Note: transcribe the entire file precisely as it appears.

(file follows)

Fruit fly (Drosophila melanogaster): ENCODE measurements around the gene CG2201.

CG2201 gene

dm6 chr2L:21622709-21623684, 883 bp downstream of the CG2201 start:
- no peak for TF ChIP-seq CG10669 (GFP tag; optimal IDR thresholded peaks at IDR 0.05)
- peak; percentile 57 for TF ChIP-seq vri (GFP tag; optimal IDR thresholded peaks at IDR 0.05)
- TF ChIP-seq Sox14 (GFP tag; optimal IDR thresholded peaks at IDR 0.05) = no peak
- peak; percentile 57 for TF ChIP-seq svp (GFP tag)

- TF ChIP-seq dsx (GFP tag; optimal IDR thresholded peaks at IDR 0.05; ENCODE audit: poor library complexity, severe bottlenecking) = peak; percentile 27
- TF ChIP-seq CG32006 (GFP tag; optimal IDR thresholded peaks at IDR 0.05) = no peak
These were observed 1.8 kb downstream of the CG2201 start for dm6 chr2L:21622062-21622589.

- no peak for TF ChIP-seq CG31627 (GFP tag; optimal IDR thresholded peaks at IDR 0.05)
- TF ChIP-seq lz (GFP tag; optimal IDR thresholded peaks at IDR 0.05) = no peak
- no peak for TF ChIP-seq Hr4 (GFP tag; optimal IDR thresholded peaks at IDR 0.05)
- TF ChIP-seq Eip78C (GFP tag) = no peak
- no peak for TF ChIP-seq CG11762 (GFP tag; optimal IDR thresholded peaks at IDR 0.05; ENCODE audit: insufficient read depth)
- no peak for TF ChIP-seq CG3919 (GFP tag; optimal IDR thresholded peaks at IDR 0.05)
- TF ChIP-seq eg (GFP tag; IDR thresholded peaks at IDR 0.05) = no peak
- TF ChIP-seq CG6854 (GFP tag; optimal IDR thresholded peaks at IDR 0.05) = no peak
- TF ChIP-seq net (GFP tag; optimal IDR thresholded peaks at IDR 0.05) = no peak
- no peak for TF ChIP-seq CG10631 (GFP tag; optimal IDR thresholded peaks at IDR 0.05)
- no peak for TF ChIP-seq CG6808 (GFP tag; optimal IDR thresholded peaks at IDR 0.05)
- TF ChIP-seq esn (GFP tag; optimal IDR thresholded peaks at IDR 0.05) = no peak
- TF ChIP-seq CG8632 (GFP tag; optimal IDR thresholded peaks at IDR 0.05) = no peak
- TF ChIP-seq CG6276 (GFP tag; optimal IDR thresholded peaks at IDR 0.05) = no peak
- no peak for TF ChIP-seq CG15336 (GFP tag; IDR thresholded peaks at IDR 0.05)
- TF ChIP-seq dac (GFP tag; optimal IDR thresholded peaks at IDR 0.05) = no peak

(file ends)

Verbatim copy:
Fruit fly (Drosophila melanogaster): ENCODE measurements around the gene CG2201.

CG2201 gene

dm6 chr2L:21622709-21623684, 883 bp downstream of the CG2201 start:
- no peak for TF ChIP-seq CG10669 (GFP tag; optimal IDR thresholded peaks at IDR 0.05)
- peak; percentile 57 for TF ChIP-seq vri (GFP tag; optimal IDR thresholded peaks at IDR 0.05)
- TF ChIP-seq Sox14 (GFP tag; optimal IDR thresholded peaks at IDR 0.05) = no peak
- peak; percentile 57 for TF ChIP-seq svp (GFP tag)

- TF ChIP-seq dsx (GFP tag; optimal IDR thresholded peaks at IDR 0.05; ENCODE audit: poor library complexity, severe bottlenecking) = peak; percentile 27
- TF ChIP-seq CG32006 (GFP tag; optimal IDR thresholded peaks at IDR 0.05) = no peak
These were observed 1.8 kb downstream of the CG2201 start for dm6 chr2L:21622062-21622589.

- no peak for TF ChIP-seq CG31627 (GFP tag; optimal IDR thresholded peaks at IDR 0.05)
- TF ChIP-seq lz (GFP tag; optimal IDR thresholded peaks at IDR 0.05) = no peak
- no peak for TF ChIP-seq Hr4 (GFP tag; optimal IDR thresholded peaks at IDR 0.05)
- TF ChIP-seq Eip78C (GFP tag) = no peak
- no peak for TF ChIP-seq CG11762 (GFP tag; optimal IDR thresholded peaks at IDR 0.05; ENCODE audit: insufficient read depth)
- no peak for TF ChIP-seq CG3919 (GFP tag; optimal IDR thresholded peaks at IDR 0.05)
- TF ChIP-seq eg (GFP tag; IDR thresholded peaks at IDR 0.05) = no peak
- TF ChIP-seq CG6854 (GFP tag; optimal IDR thresholded peaks at IDR 0.05) = no peak
- TF ChIP-seq net (GFP tag; optimal IDR thresholded peaks at IDR 0.05) = no peak
- no peak for TF ChIP-seq CG10631 (GFP tag; optimal IDR thresholded peaks at IDR 0.05)
- no peak for TF ChIP-seq CG6808 (GFP tag; optimal IDR thresholded peaks at IDR 0.05)
- TF ChIP-seq esn (GFP tag; optimal IDR thresholded peaks at IDR 0.05) = no peak
- TF ChIP-seq CG8632 (GFP tag; optimal IDR thresholded peaks at IDR 0.05) = no peak
- TF ChIP-seq CG6276 (GFP tag; optimal IDR thresholded peaks at IDR 0.05) = no peak
- no peak for TF ChIP-seq CG15336 (GFP tag; IDR thresholded peaks at IDR 0.05)
- TF ChIP-seq dac (GFP tag; optimal IDR thresholded peaks at IDR 0.05) = no peak